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Old 02-12-2008, 04:47 AM   #1
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The house is 108 years old. The kitchen floor joist are oak true 2"x12" spaced at 18" on center. The subfloor is also oak 3/4"x8" installed at a 45 degree angle. The finished floor is 3/4" oak. The joist span is 11-1/2 feet. So far I have installed 5/16" concrete board with 1/4" leveling shims and screws every 8". My plan is to install 18"x18" 1/2" thick travertine stone tile. I'd like to skip the Ditra to reduce the finished floor height. If I use the Ditra the difference in floor height between the kitchen and the other rooms will be almost 2". I already have the Ditra. Would skipping the Ditra cause any problems?
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Old 02-12-2008, 11:44 AM   #2
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James or Eric,

What you're doing is completely wrong and grossly inadequate. Where did you get advice to do what you did?

Jaz
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Old 02-12-2008, 01:34 PM   #3
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Okay. What should I do? I will wait for your reply before I do anything else. What should do from here?
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Old 02-12-2008, 02:03 PM   #4
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You should have removed the top hardwood flooring. Then you should have installed a plywood underlayment. Then your Durock tile backer board or Ditra.

Kinda late now. Either rip all that up and send it to a landfill, or maybe take a chance and add a layer of 3/8" ply with Ditra over? Remember though that your 8" diagonal sub is bound to move if not fastened well, affecting everything over it.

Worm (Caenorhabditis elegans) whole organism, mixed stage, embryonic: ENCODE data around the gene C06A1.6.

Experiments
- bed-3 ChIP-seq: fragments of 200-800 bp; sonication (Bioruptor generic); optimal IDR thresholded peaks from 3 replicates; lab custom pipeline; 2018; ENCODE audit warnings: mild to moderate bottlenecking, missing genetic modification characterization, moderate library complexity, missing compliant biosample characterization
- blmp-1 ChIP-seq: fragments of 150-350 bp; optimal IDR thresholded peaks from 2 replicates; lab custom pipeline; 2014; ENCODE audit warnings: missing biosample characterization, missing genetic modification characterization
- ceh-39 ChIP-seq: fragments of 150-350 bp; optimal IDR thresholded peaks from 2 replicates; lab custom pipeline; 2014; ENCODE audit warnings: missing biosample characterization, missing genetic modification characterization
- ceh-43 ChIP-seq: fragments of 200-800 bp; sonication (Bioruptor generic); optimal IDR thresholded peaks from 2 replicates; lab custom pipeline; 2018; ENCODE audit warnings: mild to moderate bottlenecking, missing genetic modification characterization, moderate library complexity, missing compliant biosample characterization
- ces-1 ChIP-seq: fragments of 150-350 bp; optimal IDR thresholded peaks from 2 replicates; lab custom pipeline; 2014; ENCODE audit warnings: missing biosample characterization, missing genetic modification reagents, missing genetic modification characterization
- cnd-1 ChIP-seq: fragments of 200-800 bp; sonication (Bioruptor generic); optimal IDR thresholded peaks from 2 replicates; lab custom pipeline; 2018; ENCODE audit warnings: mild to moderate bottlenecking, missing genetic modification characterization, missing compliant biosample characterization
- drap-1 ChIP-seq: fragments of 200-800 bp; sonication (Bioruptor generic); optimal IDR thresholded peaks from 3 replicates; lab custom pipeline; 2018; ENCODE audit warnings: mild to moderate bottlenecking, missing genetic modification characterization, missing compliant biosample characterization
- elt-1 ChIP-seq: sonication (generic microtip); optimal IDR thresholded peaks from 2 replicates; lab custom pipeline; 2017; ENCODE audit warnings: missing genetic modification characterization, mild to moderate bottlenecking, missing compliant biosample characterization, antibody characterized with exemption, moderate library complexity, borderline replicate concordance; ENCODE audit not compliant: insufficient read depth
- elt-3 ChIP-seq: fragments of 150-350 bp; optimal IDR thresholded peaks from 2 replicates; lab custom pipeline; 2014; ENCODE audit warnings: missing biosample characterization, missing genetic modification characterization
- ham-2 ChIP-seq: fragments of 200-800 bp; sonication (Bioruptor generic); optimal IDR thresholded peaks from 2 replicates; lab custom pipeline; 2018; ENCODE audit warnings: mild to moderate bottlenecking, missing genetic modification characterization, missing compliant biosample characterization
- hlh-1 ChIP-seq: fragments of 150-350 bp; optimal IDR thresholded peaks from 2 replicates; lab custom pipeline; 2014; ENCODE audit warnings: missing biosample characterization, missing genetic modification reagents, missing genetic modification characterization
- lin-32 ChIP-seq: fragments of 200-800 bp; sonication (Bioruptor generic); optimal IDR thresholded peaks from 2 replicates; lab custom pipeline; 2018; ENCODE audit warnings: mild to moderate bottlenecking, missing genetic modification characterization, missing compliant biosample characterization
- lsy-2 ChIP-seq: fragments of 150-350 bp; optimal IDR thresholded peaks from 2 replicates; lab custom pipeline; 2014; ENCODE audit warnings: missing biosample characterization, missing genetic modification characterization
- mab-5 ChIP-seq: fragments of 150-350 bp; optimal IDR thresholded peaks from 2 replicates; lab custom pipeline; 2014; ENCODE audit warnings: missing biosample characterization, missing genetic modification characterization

The floor had better be flat too. And you'll require special thinset for the stone tile.

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Old 02-12-2008, 02:35 PM   #5
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Too many precariously placed layers on a structure that old spells trouble for a ceramic tile installation and a travertine install would be out of the question in my estimation.

The backerboard needs to be taken out, the top layer of hardwood flooring removed, the subfloor re-attached to the joists, then start to rebuild with plywood and tile backer.

The fact that the structural members are full dimension are a slight "plus" but the 18" joist spacing may rob that "plus".

Jaz's suggestion would probably work if it wasn't for it having so darned many layers offering potential voids to flex.
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Old 02-12-2008, 04:12 PM   #6
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Thanks for the help. It is not too late. I can still make it right but I'll need more details. This is not a rush project and I have the time to correct the problems.

1. What is the tool of choice for removing the hardwood flooring? My first thought is a circular saw set for shallow cutting.
2. Are you telling me to add srcrews to the sub-floor and if so what is the preferred spacing?

Thanks again for saving the day.

James

Last edited by JamesEric; 02-12-2008 at 04:54 PM.
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Old 02-12-2008, 07:10 PM   #7
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I'm afraid the way to remove the flooring is "any way you can". I know that's not scientific but demolition rarely is. I would use at least two screws per board crossing every joist. And check that all boards are secured to the joists.
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Old 02-12-2008, 08:12 PM   #8
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Quote:
Originally Posted by JamesEric View Post
Thanks for the help. It is not too late. I can still make it right but I'll need more details. This is not a rush project and I have the time to correct the problems.

1. What is the tool of choice for removing the hardwood flooring? My first thought is a circular saw set for shallow cutting.
2. Are you telling me to add srcrews to the sub-floor and if so what is the preferred spacing?